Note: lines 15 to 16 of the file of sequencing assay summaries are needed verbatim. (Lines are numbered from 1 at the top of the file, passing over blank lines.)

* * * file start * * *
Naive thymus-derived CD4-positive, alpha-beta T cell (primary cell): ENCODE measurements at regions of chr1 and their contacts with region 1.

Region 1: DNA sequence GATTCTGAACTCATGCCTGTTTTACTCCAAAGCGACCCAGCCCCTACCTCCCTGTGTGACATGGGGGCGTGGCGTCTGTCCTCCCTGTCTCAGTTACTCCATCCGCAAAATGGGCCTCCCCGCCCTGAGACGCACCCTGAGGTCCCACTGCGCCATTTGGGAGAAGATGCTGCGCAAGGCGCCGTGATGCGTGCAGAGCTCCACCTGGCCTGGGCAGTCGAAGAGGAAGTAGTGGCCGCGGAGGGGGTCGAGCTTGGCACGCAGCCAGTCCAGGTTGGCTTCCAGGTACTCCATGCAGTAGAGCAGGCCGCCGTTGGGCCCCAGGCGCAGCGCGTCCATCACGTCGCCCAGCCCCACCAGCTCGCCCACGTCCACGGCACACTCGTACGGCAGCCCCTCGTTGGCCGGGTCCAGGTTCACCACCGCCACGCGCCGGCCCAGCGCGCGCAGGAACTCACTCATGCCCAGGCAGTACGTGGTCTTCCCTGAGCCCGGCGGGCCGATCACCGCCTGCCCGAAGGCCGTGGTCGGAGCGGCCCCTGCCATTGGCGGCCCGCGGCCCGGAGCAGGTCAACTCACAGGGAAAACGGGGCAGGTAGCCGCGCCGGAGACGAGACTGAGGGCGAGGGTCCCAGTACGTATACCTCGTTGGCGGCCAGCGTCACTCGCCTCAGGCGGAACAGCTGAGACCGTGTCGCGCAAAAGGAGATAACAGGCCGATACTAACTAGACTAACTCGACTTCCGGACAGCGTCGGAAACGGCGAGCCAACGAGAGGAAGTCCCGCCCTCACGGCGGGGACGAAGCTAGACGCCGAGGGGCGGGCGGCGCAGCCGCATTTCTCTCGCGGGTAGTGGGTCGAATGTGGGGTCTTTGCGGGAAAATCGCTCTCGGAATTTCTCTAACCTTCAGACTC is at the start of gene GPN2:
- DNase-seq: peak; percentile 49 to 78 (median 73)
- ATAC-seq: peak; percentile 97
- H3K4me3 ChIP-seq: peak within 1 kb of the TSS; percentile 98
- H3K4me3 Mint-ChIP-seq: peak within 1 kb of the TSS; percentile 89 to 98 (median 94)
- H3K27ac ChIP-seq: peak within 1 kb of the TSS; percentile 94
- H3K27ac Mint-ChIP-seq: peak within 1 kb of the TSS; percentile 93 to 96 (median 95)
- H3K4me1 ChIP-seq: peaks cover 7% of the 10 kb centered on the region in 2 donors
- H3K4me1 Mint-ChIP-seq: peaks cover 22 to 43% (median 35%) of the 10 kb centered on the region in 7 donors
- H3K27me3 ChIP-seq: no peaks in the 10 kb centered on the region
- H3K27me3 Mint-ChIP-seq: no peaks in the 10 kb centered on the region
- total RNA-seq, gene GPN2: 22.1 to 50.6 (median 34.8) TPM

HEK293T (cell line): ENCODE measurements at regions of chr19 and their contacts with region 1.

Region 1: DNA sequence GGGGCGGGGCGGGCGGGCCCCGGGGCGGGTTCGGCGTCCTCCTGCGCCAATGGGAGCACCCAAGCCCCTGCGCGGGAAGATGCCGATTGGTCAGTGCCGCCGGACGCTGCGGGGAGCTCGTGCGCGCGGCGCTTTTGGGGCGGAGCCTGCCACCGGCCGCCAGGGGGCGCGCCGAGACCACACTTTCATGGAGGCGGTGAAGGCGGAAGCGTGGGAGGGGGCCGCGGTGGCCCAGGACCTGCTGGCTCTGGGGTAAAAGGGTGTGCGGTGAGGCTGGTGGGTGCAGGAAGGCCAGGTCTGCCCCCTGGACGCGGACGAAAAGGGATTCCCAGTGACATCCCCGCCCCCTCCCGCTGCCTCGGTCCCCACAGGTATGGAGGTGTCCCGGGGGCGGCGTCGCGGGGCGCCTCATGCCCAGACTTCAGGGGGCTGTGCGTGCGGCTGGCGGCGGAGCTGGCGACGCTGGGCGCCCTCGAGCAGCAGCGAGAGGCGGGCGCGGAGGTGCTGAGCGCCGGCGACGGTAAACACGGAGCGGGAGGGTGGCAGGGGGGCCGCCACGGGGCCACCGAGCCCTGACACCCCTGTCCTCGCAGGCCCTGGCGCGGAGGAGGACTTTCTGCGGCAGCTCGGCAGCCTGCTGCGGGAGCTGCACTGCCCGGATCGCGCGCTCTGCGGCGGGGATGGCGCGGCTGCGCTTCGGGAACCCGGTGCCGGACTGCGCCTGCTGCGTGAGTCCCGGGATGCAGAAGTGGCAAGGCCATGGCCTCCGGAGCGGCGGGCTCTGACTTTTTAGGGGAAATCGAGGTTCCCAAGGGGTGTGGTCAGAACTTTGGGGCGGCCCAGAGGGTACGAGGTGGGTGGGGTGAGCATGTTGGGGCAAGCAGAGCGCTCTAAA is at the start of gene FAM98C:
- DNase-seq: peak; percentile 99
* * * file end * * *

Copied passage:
Region 1: DNA sequence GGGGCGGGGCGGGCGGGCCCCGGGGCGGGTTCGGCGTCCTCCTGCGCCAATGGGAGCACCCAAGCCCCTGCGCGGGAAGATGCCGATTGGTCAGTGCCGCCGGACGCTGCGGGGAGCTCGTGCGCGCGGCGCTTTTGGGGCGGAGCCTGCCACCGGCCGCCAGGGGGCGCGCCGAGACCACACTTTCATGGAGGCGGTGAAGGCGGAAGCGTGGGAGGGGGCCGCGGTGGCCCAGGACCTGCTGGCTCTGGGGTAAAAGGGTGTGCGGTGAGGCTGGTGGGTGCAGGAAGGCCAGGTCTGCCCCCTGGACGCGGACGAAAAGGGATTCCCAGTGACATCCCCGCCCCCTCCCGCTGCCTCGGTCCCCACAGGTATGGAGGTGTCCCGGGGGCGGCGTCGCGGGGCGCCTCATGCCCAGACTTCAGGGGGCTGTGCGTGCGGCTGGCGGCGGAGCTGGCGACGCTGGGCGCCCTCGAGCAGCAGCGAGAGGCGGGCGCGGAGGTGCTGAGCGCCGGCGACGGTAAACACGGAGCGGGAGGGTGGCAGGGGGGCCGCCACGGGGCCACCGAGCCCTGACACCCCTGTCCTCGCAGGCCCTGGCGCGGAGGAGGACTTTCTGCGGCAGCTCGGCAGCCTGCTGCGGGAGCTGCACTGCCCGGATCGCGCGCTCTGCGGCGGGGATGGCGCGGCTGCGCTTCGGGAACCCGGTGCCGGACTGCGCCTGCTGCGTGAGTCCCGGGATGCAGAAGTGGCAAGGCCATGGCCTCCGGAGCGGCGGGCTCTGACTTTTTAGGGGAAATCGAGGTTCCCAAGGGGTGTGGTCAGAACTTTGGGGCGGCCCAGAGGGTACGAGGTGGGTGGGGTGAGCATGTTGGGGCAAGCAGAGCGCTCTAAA is at the start of gene FAM98C:
- DNase-seq: peak; percentile 99